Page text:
Custom frame builder Matt Appleman has a degree in composites engineering. Although the bike industry uses a lot of composite materials, an actual composite engineer is usually a resource only the largest of companies has available. We have seen Matt’s final products at NAHBS 2014, and his attention to detail is obvious.
Matt spent years after college working in California on larger scale wind turbine blades, and on composite raw materials for large corporations. Growing tired of that, he moved back home to Minnesota to start his own bike company.
Building bikes full time for more than four years now, Appleman takes a much more scientific approach than most custom frame builders. We visited and got to take a look at his South Minneapolis shop, find out what makes his frames different after the jump…
Appleman’s frames start life before he even purchases the tubes. Drawing on his experience and connections outside of the bicycle industry, he has a supplier that makes his tubes in the USA. Not one of the typical suppliers to the bike industry, each tube is made to order, and per customer. This means that Appleman looks at each customer, what they want for ride quality, what their strength and weight is, and designs the layup schedule of each individual tube. If this seems over the top, it’s because it is exactly that. Few others go to this level of detail per customer, but this is why Appleman only makes 15 frames per year.
From these tubes, he then follows a relatively standard method of framebuilding, following the drawing and mitering each tube to fit tightly together. He even does this in an Anvil fixture, something most of the steel custom frame builders use. The primary difference is at this point, he is using a light bead of epoxy to glue all the tubes together instead of applying spot welds to tack the tubes into place. Carbon fiber is strongest when it takes smooth curves, so after this, he applies fillets of a light filler at all junctions before the layers of pre-preg are wrapped over the entire joint.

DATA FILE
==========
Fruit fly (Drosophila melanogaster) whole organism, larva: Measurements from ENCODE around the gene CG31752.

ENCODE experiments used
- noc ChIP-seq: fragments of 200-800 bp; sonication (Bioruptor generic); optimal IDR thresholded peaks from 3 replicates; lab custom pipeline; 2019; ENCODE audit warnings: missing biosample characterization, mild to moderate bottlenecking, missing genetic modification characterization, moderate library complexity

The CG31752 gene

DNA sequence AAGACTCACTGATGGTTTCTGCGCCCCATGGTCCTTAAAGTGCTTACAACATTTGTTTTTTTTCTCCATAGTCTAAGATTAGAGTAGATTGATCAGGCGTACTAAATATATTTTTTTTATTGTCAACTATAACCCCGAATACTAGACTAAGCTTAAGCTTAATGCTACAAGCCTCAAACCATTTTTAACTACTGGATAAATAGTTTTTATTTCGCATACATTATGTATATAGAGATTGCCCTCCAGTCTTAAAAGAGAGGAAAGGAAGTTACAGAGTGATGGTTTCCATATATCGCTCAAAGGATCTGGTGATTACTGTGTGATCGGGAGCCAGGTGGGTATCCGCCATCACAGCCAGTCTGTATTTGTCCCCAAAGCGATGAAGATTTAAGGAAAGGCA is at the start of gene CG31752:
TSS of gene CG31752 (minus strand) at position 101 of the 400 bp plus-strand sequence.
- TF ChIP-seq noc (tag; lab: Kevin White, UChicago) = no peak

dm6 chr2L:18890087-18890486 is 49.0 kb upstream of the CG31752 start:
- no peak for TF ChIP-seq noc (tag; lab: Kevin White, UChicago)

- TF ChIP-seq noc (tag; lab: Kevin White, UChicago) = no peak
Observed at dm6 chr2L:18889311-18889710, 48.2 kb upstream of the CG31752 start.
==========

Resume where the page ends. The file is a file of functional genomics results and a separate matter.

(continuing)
We were not able to photograph the wrapping of the joints, but based on the weight of the rider and the style of the bike, Appleman would apply multiple layers of material in a very specific pattern, commonly referred to as a layup schedule. This is where Appleman is different from most custom carbon fiber builders, since most do not have an engineering degree in this area, they would be guessing at the orientation and placement of these layers. For Matt, its a science and thoroughly planned out ahead of time.
Pre-preg is a common term used to describe carbon fiber raw material that is pre-coated with the exact proper ratio of resin and hardener, one on each side of the material. Kept cool, the two parts of the epoxy will not mix, but when heated, they meld and start the reaction that forms a hardened epoxy. To do this, Appleman uses a custom designed oven that heats to the proper temperature for this reaction, but also has connections for the vacuum bags that keep the layers compressed during this process.
Appleman believes he was the first small custom builder to create a complete frame from carbon fiber with no metal inserts or drop outs. Even though he is very small, he uses his engineering experience to constantly push new ideas to build better frames. The only metal on the frame is the replaceable derailleur hanger. Unless you opt for the thin titanium logo plate, that is. Carbon fiber or wood logo options let you keep it virtually metal free.
Appleman’s frames are $5,000, and there is currently about a 6 month backlog on them. He mostly makes cross and road frames, but does mountain as well.